Patient Access to Information
Patient access refers to the ability of patients to review their own data and medical records, as well as communicate with healthcare providers directly. This aspect of health information technology has been increasingly prioritized, driven by consumer demands for greater control and transparency over their medical records. Digital applications and software, such as patient portals and telemedicine services, are helping to address this need by offering direct communication between patients and their doctors.
Despite the increased emphasis on patient access, there remains a large amount of work to be done in this area. For example, the Medicare EHR Incentive Program (Medicare EHR) has found that only a small proportion of patients are offered the opportunity to electronically access their health records by their healthcare providers. This may be due to lower rates of digital and health literacy or a lack of broadband connection at home.
Additionally, there is a need to ensure that the data being accessed is accurate. This is a goal of CPOE, which can provide alerts to minimize pharmacological errors, optimize medication safety through legibility and reduce adherence issues by tracking and reporting consultations, diagnostic testing and outcomes.
Finally, the patient experience is also improved by tools that facilitate faster processing of registration and billing. These automation features reduce manual labor and free staff to focus on more critical tasks. This is an important consideration for healthcare providers, which face shortages of clinical and administrative staff.
Interoperability is a way for different systems and software to communicate with each other. It is the basis for streamlined healthcare processes that improve data sharing and patient outcomes.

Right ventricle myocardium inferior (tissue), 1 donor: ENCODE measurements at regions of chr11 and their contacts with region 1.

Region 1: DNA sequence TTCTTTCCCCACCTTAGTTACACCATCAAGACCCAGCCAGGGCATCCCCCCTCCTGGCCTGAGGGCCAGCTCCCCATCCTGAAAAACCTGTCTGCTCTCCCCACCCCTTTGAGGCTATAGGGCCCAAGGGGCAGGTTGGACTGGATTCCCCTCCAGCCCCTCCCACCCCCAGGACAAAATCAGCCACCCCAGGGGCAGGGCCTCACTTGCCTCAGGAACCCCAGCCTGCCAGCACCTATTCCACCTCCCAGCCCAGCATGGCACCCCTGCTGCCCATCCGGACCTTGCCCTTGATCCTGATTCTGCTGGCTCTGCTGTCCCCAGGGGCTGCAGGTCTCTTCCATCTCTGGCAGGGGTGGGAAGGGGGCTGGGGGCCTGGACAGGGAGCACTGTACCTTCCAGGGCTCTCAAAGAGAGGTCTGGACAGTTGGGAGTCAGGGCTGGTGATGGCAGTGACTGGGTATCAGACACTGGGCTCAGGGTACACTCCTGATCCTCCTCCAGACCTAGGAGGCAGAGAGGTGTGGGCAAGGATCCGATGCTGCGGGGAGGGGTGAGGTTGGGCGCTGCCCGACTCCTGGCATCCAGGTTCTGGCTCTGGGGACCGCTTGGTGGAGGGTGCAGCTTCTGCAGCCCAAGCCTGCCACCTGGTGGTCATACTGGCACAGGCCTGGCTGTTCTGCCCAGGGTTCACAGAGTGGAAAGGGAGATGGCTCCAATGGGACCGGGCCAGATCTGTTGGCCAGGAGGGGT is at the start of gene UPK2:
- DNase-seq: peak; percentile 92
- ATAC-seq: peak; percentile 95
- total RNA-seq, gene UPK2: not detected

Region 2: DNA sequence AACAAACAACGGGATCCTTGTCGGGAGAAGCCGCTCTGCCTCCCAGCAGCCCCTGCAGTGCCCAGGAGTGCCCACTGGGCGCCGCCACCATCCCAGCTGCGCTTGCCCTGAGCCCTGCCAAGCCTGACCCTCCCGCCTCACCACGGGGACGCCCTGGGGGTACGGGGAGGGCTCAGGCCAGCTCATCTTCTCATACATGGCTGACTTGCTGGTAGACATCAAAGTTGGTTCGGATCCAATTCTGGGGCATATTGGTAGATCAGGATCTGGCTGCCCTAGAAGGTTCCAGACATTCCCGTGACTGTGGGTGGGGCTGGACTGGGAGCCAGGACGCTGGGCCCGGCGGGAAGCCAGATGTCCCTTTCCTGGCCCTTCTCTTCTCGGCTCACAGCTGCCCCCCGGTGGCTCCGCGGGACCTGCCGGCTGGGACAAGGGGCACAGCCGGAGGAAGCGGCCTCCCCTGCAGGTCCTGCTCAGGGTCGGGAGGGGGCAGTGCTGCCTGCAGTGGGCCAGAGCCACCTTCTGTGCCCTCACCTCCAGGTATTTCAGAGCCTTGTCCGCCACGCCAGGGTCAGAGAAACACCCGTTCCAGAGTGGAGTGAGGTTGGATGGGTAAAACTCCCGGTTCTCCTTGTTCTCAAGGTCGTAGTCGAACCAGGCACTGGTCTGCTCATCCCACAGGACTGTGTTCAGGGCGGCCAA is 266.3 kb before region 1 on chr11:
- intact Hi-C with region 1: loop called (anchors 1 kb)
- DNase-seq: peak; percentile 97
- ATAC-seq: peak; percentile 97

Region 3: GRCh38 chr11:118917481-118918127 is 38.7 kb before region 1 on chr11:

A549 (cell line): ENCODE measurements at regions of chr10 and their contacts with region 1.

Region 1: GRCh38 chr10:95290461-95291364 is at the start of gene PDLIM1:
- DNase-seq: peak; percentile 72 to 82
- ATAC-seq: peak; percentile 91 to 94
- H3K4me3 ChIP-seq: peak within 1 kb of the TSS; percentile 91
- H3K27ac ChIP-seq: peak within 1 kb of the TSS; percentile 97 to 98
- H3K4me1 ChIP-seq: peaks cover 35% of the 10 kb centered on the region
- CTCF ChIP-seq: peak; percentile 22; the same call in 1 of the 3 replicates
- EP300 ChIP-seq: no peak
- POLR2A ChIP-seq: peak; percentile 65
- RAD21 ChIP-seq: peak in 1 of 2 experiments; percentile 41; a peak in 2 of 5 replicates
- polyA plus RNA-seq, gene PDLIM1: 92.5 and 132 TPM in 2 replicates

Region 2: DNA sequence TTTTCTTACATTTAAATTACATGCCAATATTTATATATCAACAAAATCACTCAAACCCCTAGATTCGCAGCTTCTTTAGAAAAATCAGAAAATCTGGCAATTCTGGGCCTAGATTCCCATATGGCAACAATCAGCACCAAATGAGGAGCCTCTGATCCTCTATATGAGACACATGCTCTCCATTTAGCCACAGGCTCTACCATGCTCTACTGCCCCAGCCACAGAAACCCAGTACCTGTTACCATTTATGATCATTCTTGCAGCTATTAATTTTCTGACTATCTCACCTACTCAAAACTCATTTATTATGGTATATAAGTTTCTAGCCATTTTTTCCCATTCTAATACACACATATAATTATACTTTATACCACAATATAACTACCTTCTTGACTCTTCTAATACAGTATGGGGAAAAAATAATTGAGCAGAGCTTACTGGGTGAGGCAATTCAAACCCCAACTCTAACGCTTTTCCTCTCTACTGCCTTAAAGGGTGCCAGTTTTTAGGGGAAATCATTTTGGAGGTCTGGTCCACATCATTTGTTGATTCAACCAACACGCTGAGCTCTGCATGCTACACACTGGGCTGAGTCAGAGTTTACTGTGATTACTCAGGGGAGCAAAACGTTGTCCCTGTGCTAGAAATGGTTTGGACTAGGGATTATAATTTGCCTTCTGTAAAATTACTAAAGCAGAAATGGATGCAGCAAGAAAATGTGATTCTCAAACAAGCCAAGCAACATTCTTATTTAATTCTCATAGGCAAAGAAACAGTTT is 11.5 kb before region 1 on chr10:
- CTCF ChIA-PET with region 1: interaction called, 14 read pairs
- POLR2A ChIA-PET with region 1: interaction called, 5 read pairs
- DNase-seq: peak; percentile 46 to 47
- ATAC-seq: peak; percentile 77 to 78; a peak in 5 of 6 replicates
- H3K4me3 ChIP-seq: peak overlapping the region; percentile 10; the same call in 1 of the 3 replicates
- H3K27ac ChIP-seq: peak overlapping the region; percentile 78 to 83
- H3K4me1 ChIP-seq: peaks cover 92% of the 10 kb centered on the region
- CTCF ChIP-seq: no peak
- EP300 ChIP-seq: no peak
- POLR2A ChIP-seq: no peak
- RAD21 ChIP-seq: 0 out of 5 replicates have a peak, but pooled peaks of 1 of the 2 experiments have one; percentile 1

The goal is to enable healthcare providers to send and receive information regardless of which system the data originated in or the system it is sent to. It would mean that your doctor’s office could see the results of your lab test from your hospital visit, or a radiologist can access your family doctor’s EHR data to see previous diagnoses, treatments, and medications.
Achieving robust interoperability requires a collaborative approach and is the responsibility of both the federal government and the private sector. The government needs to convene experts and establish clear standards for end-to-end interoperability.
Ideally, the government will not require specific products or technologies to meet those standards; rather, it should promote the infrastructure and incentives to encourage broad adoption of interoperable systems. Future Meaningful Use programs should focus on lowering barriers, streamlining heterogeneous policies, and providing incentives to exchange high-value data.
There are three levels of interoperability: foundational, structural, and semantic. The first level, foundational, involves ensuring that one information system can receive data from another. Structural interoperability focuses on how that data is formatted. Semantic interoperability provides the highest level of connectivity, using common terminologies and standardized coding to interpret the data. Examples of these include Logical Observation Identifiers Names and Codes (LOINC) for laboratory observations, HGNC for gene nomenclatures, and Human Phenotype Ontology for phenotypic abnormalities.